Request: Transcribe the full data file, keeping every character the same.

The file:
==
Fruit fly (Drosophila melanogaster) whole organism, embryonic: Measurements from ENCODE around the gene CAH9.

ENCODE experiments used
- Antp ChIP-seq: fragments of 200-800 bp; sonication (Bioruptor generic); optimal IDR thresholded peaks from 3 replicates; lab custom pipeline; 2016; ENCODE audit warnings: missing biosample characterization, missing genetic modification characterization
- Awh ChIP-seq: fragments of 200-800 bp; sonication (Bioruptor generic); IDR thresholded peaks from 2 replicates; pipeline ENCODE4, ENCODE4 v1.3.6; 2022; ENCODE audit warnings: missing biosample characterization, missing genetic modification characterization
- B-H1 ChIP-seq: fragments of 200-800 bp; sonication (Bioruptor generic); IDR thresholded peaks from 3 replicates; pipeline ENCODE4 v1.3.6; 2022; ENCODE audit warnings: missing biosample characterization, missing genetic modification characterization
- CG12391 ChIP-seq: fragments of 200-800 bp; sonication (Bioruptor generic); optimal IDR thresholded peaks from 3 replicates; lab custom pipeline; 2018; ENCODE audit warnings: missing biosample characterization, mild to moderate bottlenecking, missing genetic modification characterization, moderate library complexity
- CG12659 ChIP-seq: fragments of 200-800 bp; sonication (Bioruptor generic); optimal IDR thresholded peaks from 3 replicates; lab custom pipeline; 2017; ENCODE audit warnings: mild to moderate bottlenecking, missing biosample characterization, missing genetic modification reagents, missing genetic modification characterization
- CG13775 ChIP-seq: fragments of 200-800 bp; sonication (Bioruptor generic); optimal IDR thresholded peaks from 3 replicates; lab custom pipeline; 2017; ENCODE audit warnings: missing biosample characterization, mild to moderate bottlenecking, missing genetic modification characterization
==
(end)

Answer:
Fruit fly (Drosophila melanogaster) whole organism, embryonic: Measurements from ENCODE around the gene CAH9.

ENCODE experiments used
- Antp ChIP-seq: fragments of 200-800 bp; sonication (Bioruptor generic); optimal IDR thresholded peaks from 3 replicates; lab custom pipeline; 2016; ENCODE audit warnings: missing biosample characterization, missing genetic modification characterization
- Awh ChIP-seq: fragments of 200-800 bp; sonication (Bioruptor generic); IDR thresholded peaks from 2 replicates; pipeline ENCODE4, ENCODE4 v1.3.6; 2022; ENCODE audit warnings: missing biosample characterization, missing genetic modification characterization
- B-H1 ChIP-seq: fragments of 200-800 bp; sonication (Bioruptor generic); IDR thresholded peaks from 3 replicates; pipeline ENCODE4 v1.3.6; 2022; ENCODE audit warnings: missing biosample characterization, missing genetic modification characterization
- CG12391 ChIP-seq: fragments of 200-800 bp; sonication (Bioruptor generic); optimal IDR thresholded peaks from 3 replicates; lab custom pipeline; 2018; ENCODE audit warnings: missing biosample characterization, mild to moderate bottlenecking, missing genetic modification characterization, moderate library complexity
- CG12659 ChIP-seq: fragments of 200-800 bp; sonication (Bioruptor generic); optimal IDR thresholded peaks from 3 replicates; lab custom pipeline; 2017; ENCODE audit warnings: mild to moderate bottlenecking, missing biosample characterization, missing genetic modification reagents, missing genetic modification characterization
- CG13775 ChIP-seq: fragments of 200-800 bp; sonication (Bioruptor generic); optimal IDR thresholded peaks from 3 replicates; lab custom pipeline; 2017; ENCODE audit warnings: missing biosample characterization, mild to moderate bottlenecking, missing genetic modification characterization